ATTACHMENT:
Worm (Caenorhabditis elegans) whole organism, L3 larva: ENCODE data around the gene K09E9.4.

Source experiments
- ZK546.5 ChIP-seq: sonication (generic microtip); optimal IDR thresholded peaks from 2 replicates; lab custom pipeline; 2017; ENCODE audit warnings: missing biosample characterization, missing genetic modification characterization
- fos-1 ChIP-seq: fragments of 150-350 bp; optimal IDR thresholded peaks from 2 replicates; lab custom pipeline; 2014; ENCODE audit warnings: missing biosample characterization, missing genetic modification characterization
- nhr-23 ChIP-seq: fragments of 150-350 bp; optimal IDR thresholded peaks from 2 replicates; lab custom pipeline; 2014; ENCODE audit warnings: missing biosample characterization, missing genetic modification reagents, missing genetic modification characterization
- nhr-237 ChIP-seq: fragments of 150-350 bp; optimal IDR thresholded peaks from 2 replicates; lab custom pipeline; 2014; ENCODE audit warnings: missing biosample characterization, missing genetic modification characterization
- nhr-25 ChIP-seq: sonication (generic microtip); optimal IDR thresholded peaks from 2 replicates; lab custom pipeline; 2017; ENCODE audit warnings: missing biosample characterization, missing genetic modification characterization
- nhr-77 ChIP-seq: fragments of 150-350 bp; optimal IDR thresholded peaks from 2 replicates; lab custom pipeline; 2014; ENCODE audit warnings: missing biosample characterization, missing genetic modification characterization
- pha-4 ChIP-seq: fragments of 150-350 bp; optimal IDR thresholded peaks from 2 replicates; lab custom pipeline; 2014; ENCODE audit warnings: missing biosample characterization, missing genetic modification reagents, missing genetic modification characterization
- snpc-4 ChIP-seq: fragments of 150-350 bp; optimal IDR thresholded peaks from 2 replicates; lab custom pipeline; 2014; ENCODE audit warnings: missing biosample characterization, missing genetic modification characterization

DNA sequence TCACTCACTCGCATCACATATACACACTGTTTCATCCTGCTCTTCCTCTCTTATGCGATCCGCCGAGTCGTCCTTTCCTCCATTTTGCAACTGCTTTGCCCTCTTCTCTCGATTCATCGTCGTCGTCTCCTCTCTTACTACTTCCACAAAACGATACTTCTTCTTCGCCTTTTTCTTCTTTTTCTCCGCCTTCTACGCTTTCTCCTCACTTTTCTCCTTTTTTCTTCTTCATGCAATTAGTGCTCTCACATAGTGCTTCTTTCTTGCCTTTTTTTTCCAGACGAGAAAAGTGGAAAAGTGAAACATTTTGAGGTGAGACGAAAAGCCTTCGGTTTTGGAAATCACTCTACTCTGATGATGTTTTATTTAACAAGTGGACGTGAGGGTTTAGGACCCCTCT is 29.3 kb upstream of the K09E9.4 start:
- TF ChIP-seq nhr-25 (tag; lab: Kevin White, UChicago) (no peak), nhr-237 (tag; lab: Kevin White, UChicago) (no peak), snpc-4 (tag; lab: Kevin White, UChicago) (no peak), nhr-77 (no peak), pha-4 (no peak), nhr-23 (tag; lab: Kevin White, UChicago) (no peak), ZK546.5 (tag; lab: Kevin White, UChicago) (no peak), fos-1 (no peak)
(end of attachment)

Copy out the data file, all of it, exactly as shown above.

Worm (Caenorhabditis elegans) whole organism, L3 larva: ENCODE data around the gene K09E9.4.

Source experiments
- ZK546.5 ChIP-seq: sonication (generic microtip); optimal IDR thresholded peaks from 2 replicates; lab custom pipeline; 2017; ENCODE audit warnings: missing biosample characterization, missing genetic modification characterization
- fos-1 ChIP-seq: fragments of 150-350 bp; optimal IDR thresholded peaks from 2 replicates; lab custom pipeline; 2014; ENCODE audit warnings: missing biosample characterization, missing genetic modification characterization
- nhr-23 ChIP-seq: fragments of 150-350 bp; optimal IDR thresholded peaks from 2 replicates; lab custom pipeline; 2014; ENCODE audit warnings: missing biosample characterization, missing genetic modification reagents, missing genetic modification characterization
- nhr-237 ChIP-seq: fragments of 150-350 bp; optimal IDR thresholded peaks from 2 replicates; lab custom pipeline; 2014; ENCODE audit warnings: missing biosample characterization, missing genetic modification characterization
- nhr-25 ChIP-seq: sonication (generic microtip); optimal IDR thresholded peaks from 2 replicates; lab custom pipeline; 2017; ENCODE audit warnings: missing biosample characterization, missing genetic modification characterization
- nhr-77 ChIP-seq: fragments of 150-350 bp; optimal IDR thresholded peaks from 2 replicates; lab custom pipeline; 2014; ENCODE audit warnings: missing biosample characterization, missing genetic modification characterization
- pha-4 ChIP-seq: fragments of 150-350 bp; optimal IDR thresholded peaks from 2 replicates; lab custom pipeline; 2014; ENCODE audit warnings: missing biosample characterization, missing genetic modification reagents, missing genetic modification characterization
- snpc-4 ChIP-seq: fragments of 150-350 bp; optimal IDR thresholded peaks from 2 replicates; lab custom pipeline; 2014; ENCODE audit warnings: missing biosample characterization, missing genetic modification characterization

DNA sequence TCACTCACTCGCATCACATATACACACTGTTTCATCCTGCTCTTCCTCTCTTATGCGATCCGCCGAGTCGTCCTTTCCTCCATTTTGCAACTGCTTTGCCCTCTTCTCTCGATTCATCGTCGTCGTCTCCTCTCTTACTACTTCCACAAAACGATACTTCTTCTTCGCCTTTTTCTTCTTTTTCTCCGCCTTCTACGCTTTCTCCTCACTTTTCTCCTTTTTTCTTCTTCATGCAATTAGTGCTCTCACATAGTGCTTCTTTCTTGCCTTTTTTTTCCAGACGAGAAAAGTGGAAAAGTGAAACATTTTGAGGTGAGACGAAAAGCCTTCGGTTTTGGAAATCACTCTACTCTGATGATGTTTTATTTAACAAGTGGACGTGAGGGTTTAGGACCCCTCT is 29.3 kb upstream of the K09E9.4 start:
- TF ChIP-seq nhr-25 (tag; lab: Kevin White, UChicago) (no peak), nhr-237 (tag; lab: Kevin White, UChicago) (no peak), snpc-4 (tag; lab: Kevin White, UChicago) (no peak), nhr-77 (no peak), pha-4 (no peak), nhr-23 (tag; lab: Kevin White, UChicago) (no peak), ZK546.5 (tag; lab: Kevin White, UChicago) (no peak), fos-1 (no peak)